Welcome to N is for Navajo for the Global Children’s Book Club! Today we’ll be going on a virtual tour of the Navajo Nation for kids. Get ready for a fun and inspiring Navajo Nation virtual field trip – perfect for global education at home or for a Navajo homeschooling unit.
You can find the full list of countries for the book club right HERE. Be sure to sign up for the email list to get all the information in advance and to receive fun extras!
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This Navajo Nation virtual tour contains affiliate links, but all opinions are 100% my own. That means I earn a small commission if you purchase through my link, but doesn’t change your price.
N is for Navajo: Navajo Nation Virtual Tour for Kids
Fry Bread by Kevin Noble Maillard (Author), A Juana Martinez-Neal (Illustrator)
Author Read Aloud
Fry Bread Picture Book Discussion Questions
- What food memories do you have? Are there foods that remind of you things or make you feel a certain way?
- What are some of your families favorite foods? Favorite recipes?
- How has your family’s food habits and recipes changed over time?
- Think about a time you had to be resourceful – to “make do” with what you had? Perhaps it was related to food, to a new challenge, or a relationship.
- What stories have you heard your living relatives tell you? In what ways would you like to live to be more like them?
- Ask your oldest living relative a question: what is the hardest thing you have done in your life? What is the most important thing you have learned in your life?
- Food is connective. It’s a common human experience. On what occasions does your family come together to enjoy traditional food? Which parts are you excited to pass on to the next generation?
- Have you ever done something usually associated with another gender?
- What are some ways to support indigenous communities?
Modern Navajo Nation
- The Navajo Nation is an American Indian territory in parts of Arizona, Utah, and New Mexico in the United States.
- Navajo is the most populous Native American tribe in the U.S.
- Window Rock, Arizona is the capital of the Navajo Nation.
- In 1864, “The Long Walk” forced 9,000 Navajo from many places across California, Arizona, Nevada, Utah, New Mexico and Colorado to a small and worn-down Ft. Sumner, New Mexico. 200 Navajo died on the walk.
- Manuelito is a Navajo war chief who resisted the long walk and signed the treaty giving the Navajo a reservation in Arizona.
- The Treaty of 1868 established the Navajo Reservation. The Navajo Reservation has gotten quite a bit bigger since that time, but still only encompasses 27,000 acres.
- Canyon de Chelly, Shiprock Pinnacle, Monument Valley, and the Chuska Mountains are beautiful rock formations on Navajo land.
- 156,823 Navajo people live on the Navajo land. Other Native American Tribes also live on the land, bringing the total population to 332,129 in 2010.
- The unemployment rate is over 50% on the Navajo Nation.
- Navajo “Code Talkers” would simply say secret messages in Navajo to each other over the radio in World War II. No other nation ever cracked the code, and no Navajo translated for another nation – so it was the only code in WWII that was never cracked! Here’s an interview with a real Code Talker who tells us what it was like during WWII in Iwo Jima, Roi Namur, and Saipan.
- Most Navajo still speak Navajo, and almost every Navajo also speaks English.
- A traditional Navajo home is a dome made out of wood and clay called a “Hogan.” The door of the Hogan always opened to the east to welcome the blessings associated with sunrise.
- Navajo actually called themselves “Dine” (The People) Spanish explorers called them “the Apaches of Navajo.”
- Navajo people traditionally grew three crops for food: corn, beans and squash.
- Hunting for antelope, deer, rabbits and prairie dogs also contributed to the Navajo diet.
- Navajo also raised sheep and goats after Spanish explorers introduced those animals.
- Navajo women would make clay pots and weave blankets, first out of cotton and then, in the 1600s after the Spanish introduced sheep, out of wool. These detailed wool blankets would take so long to make that they were so expensive that only wealthy people like Chiefs could afford them, so they also became known as “Chief Blankets.”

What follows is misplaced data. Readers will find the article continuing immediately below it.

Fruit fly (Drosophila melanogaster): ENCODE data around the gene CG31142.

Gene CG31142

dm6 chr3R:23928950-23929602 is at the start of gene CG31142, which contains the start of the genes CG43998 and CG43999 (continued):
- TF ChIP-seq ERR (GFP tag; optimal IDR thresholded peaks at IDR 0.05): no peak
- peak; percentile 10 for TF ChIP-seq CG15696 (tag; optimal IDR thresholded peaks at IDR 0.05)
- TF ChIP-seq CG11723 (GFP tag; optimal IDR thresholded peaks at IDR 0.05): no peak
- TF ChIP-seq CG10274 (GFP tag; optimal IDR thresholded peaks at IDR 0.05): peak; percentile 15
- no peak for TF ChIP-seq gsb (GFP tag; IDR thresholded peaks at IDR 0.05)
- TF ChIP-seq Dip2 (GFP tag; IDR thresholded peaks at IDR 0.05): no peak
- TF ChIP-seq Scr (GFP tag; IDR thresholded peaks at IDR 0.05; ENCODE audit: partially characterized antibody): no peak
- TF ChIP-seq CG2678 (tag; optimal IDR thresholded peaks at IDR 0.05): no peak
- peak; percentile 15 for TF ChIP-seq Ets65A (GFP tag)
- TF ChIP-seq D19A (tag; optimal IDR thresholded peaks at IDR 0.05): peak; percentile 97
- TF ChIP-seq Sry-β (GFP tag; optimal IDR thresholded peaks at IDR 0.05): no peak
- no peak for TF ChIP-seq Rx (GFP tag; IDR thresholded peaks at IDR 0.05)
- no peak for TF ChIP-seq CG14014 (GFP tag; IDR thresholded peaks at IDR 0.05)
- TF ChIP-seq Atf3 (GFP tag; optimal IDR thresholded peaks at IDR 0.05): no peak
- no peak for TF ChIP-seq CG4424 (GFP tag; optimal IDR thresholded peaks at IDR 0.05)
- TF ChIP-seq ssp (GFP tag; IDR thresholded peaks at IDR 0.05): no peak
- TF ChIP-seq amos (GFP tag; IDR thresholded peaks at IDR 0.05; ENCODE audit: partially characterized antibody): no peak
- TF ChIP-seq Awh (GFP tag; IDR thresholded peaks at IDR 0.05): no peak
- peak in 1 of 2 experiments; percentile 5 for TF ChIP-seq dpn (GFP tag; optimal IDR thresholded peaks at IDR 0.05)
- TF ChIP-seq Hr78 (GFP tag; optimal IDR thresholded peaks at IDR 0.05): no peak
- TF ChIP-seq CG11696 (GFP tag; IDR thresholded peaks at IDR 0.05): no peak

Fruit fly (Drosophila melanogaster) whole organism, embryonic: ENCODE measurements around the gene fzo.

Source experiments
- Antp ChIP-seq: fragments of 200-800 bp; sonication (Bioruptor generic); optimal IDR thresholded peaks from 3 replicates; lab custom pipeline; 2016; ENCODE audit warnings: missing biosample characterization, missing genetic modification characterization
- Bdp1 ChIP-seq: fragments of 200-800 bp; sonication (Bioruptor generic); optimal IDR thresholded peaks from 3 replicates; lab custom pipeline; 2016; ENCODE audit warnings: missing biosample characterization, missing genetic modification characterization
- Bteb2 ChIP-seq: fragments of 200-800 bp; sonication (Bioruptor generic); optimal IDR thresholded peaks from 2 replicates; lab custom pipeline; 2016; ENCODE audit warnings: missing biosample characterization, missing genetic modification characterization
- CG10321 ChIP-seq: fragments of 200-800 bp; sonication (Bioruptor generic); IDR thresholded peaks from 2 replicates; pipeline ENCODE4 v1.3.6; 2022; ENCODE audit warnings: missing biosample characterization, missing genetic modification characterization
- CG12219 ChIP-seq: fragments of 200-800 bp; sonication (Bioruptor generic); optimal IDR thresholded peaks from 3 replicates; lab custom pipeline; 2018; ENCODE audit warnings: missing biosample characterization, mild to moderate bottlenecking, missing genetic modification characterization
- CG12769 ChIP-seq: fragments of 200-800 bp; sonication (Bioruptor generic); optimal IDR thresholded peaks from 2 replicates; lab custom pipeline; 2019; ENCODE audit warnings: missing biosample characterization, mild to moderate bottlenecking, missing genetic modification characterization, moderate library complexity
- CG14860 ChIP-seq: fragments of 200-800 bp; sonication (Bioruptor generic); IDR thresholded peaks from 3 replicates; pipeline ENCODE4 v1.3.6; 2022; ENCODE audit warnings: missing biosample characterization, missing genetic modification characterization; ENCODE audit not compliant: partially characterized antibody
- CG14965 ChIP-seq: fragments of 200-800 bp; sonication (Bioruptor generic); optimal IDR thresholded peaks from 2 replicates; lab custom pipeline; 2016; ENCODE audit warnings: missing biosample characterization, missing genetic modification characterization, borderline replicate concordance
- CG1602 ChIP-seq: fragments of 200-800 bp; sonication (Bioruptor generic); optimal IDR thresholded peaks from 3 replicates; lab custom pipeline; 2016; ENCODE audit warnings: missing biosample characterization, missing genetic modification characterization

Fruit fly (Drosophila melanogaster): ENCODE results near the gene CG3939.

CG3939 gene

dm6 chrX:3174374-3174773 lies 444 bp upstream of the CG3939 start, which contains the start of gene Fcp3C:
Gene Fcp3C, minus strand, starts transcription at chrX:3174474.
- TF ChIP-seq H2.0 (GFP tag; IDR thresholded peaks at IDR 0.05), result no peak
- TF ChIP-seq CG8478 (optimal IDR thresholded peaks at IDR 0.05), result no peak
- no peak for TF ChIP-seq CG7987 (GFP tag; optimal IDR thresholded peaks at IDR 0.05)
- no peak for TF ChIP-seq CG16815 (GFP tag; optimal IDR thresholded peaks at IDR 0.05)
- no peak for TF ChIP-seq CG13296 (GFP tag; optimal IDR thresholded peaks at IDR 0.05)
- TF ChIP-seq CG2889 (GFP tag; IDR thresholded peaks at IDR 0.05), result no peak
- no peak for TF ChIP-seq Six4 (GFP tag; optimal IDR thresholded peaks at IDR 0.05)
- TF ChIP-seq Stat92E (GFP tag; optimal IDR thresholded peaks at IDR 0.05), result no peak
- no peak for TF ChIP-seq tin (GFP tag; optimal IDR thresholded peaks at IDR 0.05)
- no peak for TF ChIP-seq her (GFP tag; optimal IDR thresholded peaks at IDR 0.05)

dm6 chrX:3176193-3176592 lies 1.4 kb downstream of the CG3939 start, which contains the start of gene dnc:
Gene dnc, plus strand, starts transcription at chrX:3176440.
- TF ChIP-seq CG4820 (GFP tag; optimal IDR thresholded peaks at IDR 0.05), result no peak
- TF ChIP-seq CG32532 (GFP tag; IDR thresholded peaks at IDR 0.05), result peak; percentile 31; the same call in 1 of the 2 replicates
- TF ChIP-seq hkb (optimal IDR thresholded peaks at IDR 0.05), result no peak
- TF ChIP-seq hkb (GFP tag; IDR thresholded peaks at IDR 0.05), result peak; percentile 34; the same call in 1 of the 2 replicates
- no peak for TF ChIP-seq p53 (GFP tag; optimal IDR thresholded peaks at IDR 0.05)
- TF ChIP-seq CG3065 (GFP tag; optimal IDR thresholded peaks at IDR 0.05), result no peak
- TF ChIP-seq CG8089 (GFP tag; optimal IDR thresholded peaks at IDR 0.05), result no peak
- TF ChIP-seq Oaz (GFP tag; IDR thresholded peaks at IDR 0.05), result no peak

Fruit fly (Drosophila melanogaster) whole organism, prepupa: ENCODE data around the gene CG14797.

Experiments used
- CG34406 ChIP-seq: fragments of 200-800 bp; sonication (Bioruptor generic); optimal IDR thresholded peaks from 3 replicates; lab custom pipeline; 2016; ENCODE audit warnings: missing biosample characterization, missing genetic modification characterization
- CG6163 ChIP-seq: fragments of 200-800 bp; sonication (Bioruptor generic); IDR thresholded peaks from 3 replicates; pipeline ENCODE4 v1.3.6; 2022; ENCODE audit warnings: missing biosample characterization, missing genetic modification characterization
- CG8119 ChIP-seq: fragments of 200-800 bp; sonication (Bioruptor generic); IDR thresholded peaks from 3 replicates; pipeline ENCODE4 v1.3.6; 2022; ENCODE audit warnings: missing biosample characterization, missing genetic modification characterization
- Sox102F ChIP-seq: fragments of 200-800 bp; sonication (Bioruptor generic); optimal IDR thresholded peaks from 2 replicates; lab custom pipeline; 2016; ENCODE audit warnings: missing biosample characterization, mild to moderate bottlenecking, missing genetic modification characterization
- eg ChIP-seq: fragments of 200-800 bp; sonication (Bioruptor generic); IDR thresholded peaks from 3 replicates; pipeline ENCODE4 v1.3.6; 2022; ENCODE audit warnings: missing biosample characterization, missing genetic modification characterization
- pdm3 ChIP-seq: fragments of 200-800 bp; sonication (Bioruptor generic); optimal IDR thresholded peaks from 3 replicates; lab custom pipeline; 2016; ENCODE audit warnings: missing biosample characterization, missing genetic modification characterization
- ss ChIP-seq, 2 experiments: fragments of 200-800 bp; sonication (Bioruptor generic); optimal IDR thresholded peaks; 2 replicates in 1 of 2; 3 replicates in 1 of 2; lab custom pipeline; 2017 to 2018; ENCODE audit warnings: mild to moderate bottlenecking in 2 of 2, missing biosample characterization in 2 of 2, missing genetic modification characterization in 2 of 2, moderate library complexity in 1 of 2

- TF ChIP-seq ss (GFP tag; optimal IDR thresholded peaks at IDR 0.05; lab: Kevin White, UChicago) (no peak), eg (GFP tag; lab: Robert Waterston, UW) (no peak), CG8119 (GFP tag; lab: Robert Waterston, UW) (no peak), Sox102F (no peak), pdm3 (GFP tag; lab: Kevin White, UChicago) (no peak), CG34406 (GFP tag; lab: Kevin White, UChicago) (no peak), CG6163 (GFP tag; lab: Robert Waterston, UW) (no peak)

- Navajo men would make silver jewelry and often made it with turquoise.
- Until the Spanish introduced horses to the Navajo, the Navajo would generally travel on foot and dogs helped carry things on sleds.
- Navajo did not wear headresses, but wore headbands instead.
- They also did not paint their faces, except during some religious ceremonies.
- Navajo wore moccasins instead of other shoes, and many still do today.
Flag from HERE
HERE is a fun printable Navajo flag coloring sheet!
Wind eroded sandstone to create a large “window” in this rock at the capital of the Navajo Nation. About 2,000 people now live here. The elected President’s and Vice-President’s offices are here, as well as the Navajo Nation Supreme Court and other government buildings.
image Source: Brittanica
Antelope Canyon is a beautiful slot canyon formed by water in red sandstone. The canyon is near Page, Arizona on the Navajo reservation. It has two sections, upper (Tsé bighánílíní, which means ‘the place where water runs through rocks) and lower Antelope Canyon (Hazdistazí, or ‘spiral rock arches’). It is only accessible by guided tour from a Native guide.
When more rain falls than the dry desert can absorb, a flash flood picks up sand and pushes it through these narrow canyons. This slowly erodes, or wears down, the canyons into the smooth, wave-like sections.
Hosteen Klah is both a ceremonial singer and master weaver. Traditionally, only men became ceremonial singers and only women became master weavers. Thanks to the Navajo’s long acknowledgment of an “intersex” gender, Hosteen was able to learn both skills – and at the very highest levels.
Religious chants are so long and intricate that most medicine men only learn two over their lives. But Hosteen learned 8! Hosteen’s weaving was so outstanding that they were invited to represent the Navajo Nation and demonstrate their weaving at the 1893 World’s Fair in Chicago.
Hosteen helped found the Wheelright Museum (Formerly known as the House of Navajo Religion) documenting Navajo and other Native American culture in Santa Fe, New Mexico.
(Image from Wikipedia)
Lilakai Julian Neil was the first woman elected to the Navajo Tribal Council. She strongly supported equal rights and educational opportunity for the Navajo Nation. She wrote a letter to the U.S. Government, Department of the Interior, asking for more money to build adequate schools on the reservation. Many other people agreed with her ideas and quoted her to also ask for better educational opportunity for Native Americans.